ART CRITIC: Bedrock of Art and Faith – The St. George Church in Lalibela

The St. George church in Lalibela, dedicated to Ethiopia’s patron saint, is one of 11 Ethiopian Orthodox churches that were carved out of the rock in the 13th century and are literally anchored in the earth. (Damon Winter/The New York Times)

The New York Times
By HOLLAND COTTER

Published: April 20, 2012

LALIBELA, Ethiopia – ON the roads through Ethiopia’s highlands traffic raises a brick-red haze that coats your clothes, powders your skin and starts a creaking in your lungs. Despite the dust people wear white. Farmers wrap themselves in bleached cotton. Village funerals look like fields of snow. At churches and shrines white is the pilgrim’s color. I wear it too, protectively: long-sleeved white shirt, tennis cap, Neutrogena sun block. A pilgrim? Why not?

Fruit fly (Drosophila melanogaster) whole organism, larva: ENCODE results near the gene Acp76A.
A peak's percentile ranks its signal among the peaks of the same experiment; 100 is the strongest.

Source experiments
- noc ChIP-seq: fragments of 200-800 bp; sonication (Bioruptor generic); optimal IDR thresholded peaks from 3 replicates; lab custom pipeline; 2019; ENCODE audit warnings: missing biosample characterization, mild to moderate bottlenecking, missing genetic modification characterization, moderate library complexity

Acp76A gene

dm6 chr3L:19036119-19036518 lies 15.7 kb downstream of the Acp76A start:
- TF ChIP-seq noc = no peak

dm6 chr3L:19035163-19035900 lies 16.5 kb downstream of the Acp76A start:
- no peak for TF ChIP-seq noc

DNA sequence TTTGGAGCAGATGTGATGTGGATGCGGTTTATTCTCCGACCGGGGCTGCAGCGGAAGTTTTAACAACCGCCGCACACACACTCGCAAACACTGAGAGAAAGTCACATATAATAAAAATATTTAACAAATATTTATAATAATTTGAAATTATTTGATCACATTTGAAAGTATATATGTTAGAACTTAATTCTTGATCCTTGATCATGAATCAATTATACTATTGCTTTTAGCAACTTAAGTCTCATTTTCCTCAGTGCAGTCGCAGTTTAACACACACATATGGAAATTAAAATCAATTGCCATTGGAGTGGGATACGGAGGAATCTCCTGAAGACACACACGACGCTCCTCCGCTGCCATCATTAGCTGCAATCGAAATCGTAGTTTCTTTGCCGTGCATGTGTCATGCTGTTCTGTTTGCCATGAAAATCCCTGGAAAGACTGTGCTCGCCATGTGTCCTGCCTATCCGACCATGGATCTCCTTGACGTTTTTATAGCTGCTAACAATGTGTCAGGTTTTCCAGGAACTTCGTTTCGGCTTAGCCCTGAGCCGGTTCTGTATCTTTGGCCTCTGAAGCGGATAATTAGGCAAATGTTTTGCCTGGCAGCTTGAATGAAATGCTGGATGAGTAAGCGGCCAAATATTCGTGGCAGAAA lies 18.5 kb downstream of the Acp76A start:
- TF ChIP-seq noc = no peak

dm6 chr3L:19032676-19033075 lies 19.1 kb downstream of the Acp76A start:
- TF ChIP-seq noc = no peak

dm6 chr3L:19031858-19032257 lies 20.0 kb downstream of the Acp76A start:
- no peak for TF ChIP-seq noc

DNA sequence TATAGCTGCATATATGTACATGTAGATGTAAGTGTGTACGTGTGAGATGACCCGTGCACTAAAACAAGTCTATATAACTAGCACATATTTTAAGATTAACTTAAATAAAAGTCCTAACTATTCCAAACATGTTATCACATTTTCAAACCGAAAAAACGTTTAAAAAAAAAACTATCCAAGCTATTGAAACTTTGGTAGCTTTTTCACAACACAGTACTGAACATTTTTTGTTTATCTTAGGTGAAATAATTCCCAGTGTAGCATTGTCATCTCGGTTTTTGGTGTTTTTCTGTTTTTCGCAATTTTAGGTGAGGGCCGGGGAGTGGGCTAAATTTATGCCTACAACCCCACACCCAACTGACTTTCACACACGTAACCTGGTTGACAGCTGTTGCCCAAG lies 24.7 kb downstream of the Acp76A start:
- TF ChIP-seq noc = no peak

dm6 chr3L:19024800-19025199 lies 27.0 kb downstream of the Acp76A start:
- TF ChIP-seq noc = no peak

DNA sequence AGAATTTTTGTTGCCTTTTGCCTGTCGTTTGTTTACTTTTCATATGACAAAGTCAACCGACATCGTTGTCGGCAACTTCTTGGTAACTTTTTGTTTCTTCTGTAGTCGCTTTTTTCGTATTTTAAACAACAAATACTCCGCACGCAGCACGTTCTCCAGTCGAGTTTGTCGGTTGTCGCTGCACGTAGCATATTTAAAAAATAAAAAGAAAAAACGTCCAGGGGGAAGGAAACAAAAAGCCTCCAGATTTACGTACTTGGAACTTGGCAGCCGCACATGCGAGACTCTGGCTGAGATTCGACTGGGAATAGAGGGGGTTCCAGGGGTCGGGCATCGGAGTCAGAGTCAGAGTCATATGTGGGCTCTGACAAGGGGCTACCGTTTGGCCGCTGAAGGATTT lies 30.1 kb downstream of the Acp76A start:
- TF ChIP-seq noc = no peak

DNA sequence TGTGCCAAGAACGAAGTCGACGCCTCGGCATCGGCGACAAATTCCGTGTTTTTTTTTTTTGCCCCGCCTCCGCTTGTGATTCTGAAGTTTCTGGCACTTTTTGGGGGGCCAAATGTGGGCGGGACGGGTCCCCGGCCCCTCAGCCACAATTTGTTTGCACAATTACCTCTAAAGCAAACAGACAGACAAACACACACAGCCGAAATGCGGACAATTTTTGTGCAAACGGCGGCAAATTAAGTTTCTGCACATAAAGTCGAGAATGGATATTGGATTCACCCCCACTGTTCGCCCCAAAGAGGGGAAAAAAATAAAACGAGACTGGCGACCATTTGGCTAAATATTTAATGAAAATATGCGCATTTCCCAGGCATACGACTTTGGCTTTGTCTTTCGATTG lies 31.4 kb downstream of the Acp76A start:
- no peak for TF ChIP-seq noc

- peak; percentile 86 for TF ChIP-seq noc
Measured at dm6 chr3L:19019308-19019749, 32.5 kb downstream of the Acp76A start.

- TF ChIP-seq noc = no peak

I’m here for something I’ve longed to see, Ethiopia’s holy cities: Aksum, the spiritual home of this east African country’s Orthodox Christian faith and, especially, the mountain town of Lalibela, with its cluster of 13th-century churches some 200 miles to the south. Lalibela was conceived as a paradise on earth. And its 11 churches, cut from living volcanic rock, are literally anchored in the earth. In scale, number, and variety of form there’s no architecture or sculpture quite like them anywhere. They’re on the global tourist route now, though barely. To Ethiopian devotees they’ve been spiritual lodestars for eight centuries, and continue to be.

Read more at The New York Times.


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